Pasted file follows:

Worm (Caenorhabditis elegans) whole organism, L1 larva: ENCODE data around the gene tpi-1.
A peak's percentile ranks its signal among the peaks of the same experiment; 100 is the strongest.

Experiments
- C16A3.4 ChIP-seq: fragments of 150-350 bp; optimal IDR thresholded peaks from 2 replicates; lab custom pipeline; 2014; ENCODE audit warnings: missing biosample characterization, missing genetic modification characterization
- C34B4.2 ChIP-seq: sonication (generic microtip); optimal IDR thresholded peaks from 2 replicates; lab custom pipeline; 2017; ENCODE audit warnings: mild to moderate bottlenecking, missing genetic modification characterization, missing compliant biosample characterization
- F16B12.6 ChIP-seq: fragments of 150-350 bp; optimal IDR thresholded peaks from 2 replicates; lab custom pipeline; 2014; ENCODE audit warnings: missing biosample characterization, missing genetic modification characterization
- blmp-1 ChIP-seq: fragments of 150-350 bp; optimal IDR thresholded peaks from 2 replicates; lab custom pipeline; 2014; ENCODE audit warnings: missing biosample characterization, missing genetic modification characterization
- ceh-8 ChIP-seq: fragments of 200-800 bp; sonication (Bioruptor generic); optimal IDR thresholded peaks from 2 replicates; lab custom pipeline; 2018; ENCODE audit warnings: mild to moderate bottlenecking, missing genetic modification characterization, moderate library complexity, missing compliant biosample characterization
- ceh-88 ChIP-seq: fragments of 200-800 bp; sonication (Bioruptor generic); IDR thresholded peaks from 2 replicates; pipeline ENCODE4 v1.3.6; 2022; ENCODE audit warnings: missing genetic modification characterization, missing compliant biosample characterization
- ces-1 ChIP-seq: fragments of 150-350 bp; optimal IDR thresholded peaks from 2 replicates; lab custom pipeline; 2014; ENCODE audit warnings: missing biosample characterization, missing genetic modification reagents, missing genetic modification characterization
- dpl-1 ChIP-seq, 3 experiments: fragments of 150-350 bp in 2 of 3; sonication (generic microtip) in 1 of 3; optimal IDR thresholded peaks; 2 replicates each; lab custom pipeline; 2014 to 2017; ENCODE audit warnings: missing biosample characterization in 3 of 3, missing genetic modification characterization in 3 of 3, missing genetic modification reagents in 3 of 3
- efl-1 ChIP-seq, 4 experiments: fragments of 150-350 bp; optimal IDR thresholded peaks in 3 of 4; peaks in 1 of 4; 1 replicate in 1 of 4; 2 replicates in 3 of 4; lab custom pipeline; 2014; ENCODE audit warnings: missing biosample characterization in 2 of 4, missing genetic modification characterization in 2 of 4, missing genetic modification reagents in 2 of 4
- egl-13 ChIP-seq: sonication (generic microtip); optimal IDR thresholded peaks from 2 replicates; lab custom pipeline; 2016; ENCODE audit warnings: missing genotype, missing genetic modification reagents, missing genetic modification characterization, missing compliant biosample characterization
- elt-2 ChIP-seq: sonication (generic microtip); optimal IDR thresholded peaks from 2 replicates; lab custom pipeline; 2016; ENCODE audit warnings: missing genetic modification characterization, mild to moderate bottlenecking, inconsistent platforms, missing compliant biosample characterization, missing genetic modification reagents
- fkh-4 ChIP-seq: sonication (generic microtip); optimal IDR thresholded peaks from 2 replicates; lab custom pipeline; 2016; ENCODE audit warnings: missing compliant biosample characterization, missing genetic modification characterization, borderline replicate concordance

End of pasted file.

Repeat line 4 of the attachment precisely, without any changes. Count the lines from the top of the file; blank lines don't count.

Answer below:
- C16A3.4 ChIP-seq: fragments of 150-350 bp; optimal IDR thresholded peaks from 2 replicates; lab custom pipeline; 2014; ENCODE audit warnings: missing biosample characterization, missing genetic modification characterization